Citing spiraling costs Abercrombie slashes PV credits
New rules that critics say will cut the photovoltaic income tax credit in half were announced Friday by the Department of Taxation.
Gov. Neil Abercrombie said the new rules will discourage abuse of the system, and allow the state to better manage its finances.
"You're going to get the credits, the question is whether some people are getting more than they're entitled to," Abercrombie told reporters. "It undermines our ability to have a balanced budget, and to be able to invest in other public purposes."
Currently, homeowners and businesses can qualify for multiple tax credits by installing more than one PV system. But as of Jan. 1, the state will cap the credit for the typical single-family home to $5,000 per calendar year, effectively cutting the current 35 percent credit in half.
Environmental groups and renewable energy advocates blasted Abercrombie for essentially making PV systems more expensive. They say the move will also make it more difficult for the state to reach its goal of producing 70 percent clean energy by the year 2030.
"We fear what the governor has proposed here is really going to make it more difficult for people to get out from under high energy bills," said Jeff Mikulina, executive director of Blue Planet, a nonprofit dedicated to ending reliance on fossil fuels.
"This Legislature has been very clear," added EarthJustice attorney David Henkin. "Hawaii needs to turn to a clean energy future, and the way to do that is by making a generous credit."
However, the rule change does have support from at least one key lawmaker. House Finance Chairman Rep. Marcus Oshiro told KITV4 the PV tax credits are spiraling out of control.
"It was always the Legislature's intention to support renewable energy and getting us away from fossil fuel," said Oshiro, "but not at the expense of having more duplicate systems in people's homes."
In 2010, the state's renewable energy tax credits totaled $34.4 million. But in 2012, that amount grew five-fold to $173.8 million. In September, the Council on Revenues lowered its general fund forecast for fiscal years 2012 and 2013 specifically because of the escalating costs. COR forecast renewable energy credits would grow by an additional $90 million in fiscal year 2013, and $150 million in fiscal year 2014.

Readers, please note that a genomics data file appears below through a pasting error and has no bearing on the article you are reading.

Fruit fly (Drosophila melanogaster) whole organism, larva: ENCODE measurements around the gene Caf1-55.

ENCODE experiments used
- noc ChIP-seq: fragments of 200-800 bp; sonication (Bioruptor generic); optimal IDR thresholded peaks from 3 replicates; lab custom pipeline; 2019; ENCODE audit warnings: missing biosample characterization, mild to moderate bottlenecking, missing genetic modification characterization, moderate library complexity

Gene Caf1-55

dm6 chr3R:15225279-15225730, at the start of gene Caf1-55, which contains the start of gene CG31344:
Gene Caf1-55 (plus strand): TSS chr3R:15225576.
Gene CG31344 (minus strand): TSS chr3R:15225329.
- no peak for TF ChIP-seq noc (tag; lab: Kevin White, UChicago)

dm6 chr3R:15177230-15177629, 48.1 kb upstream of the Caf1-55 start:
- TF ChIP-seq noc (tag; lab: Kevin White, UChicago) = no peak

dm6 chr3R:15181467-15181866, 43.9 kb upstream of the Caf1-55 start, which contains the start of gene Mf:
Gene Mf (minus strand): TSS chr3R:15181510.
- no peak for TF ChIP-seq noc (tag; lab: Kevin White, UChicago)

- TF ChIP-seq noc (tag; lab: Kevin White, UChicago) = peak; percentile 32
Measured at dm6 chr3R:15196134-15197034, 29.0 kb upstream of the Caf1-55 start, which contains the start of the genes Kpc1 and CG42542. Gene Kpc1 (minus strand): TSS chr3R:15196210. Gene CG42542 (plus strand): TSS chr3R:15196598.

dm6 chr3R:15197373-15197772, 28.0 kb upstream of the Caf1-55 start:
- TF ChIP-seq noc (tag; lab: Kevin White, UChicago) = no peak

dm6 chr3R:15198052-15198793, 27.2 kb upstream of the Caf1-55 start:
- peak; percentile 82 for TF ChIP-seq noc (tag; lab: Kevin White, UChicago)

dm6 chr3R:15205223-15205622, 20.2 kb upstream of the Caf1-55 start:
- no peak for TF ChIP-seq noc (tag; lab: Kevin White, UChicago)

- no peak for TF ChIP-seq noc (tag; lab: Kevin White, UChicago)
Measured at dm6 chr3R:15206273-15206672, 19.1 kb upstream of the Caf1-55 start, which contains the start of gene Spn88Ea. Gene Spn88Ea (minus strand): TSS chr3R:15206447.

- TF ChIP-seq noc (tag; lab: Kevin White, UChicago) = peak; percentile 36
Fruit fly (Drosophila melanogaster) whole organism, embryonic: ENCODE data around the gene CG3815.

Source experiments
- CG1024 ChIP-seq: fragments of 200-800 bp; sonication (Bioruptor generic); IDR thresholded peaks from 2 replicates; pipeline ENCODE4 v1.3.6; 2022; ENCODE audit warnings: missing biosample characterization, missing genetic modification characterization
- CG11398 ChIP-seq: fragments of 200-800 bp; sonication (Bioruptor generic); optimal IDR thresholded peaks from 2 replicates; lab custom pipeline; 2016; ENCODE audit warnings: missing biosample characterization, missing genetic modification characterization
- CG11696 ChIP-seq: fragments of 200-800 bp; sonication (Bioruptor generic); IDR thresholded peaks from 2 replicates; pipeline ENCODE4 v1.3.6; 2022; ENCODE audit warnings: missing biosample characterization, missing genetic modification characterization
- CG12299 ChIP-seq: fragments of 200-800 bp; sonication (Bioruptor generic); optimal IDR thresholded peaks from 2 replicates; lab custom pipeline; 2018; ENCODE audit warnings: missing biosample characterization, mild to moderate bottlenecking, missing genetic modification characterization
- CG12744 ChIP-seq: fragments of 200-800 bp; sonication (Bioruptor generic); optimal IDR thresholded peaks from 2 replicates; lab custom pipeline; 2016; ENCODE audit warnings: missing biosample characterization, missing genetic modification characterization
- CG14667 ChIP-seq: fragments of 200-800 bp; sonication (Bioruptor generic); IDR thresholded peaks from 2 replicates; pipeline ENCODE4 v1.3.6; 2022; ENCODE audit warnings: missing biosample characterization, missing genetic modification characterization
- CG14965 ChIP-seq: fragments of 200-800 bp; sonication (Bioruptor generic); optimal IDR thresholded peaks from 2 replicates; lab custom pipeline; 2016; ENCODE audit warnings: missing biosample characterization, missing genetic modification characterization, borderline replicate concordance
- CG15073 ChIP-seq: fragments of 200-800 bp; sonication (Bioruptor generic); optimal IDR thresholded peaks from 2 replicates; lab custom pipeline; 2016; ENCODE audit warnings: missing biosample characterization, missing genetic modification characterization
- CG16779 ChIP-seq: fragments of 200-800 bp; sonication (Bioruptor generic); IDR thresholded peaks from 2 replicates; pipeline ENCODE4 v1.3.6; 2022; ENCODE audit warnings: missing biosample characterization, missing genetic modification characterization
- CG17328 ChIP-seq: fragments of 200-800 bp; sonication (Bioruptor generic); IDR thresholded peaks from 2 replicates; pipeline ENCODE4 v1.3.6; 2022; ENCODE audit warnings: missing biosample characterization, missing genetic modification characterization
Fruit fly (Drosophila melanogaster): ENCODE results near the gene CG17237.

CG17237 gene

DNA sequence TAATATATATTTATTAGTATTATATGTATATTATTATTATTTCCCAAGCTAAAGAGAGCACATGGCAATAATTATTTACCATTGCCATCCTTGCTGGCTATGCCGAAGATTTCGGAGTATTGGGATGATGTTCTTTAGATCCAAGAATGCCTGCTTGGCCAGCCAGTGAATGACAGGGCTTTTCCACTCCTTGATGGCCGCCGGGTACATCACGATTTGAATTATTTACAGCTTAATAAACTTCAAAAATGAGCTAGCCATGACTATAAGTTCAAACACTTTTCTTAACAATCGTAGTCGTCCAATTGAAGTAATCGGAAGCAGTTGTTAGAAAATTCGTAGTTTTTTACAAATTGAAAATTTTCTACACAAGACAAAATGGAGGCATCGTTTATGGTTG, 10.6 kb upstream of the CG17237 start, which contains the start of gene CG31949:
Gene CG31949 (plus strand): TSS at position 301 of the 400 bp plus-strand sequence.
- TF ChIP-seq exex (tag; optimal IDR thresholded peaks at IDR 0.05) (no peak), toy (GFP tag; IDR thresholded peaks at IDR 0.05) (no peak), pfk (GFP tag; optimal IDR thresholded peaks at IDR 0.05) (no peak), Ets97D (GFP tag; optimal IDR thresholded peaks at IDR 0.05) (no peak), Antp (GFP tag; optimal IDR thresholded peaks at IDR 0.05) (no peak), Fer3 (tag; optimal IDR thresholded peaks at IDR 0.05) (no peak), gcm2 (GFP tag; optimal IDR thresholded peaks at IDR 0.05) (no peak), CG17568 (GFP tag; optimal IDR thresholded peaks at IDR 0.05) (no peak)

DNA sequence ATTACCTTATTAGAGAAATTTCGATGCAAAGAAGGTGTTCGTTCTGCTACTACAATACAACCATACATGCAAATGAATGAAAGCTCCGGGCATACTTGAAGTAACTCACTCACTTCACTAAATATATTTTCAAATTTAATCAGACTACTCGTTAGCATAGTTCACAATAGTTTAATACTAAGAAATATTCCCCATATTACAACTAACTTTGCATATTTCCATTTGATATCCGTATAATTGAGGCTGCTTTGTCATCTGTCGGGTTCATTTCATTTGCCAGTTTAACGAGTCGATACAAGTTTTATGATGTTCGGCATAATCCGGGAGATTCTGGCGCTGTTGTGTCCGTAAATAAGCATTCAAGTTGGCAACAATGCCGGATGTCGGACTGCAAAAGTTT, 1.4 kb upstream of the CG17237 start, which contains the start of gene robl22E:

Andrew Yani of Bonterra Renewable Energy and Solar Power said the state's return on investment is worth the cost of PV tax credits. He said for every dollar spent on tax credits, the state receives five dollars in return.
"So, it doesn't make sense whatsoever to pull back on a program that's working," said Yani.
Once new rules take effect, Yani believes homeowners will be forced to install smaller PV systems through a period of several years to meet their energy needs.
"This actually complicates things tremendously for both the individual taxpayer and the (tax) department itself," he said.
Meanwhile, supporters of PV tax credits are predicting dire consequences for Hawaii's booming solar industry, which according to the state accounts for 20 percent of construction permits.
"You're going to be throwing out of work a lot of people who are getting work, and not only good work, but clean energy work," said Henkin. "It's just disastrous policy."
Copyright 2012 by KITV All rights reserved. This material may not be published, broadcast, rewritten or redistributed.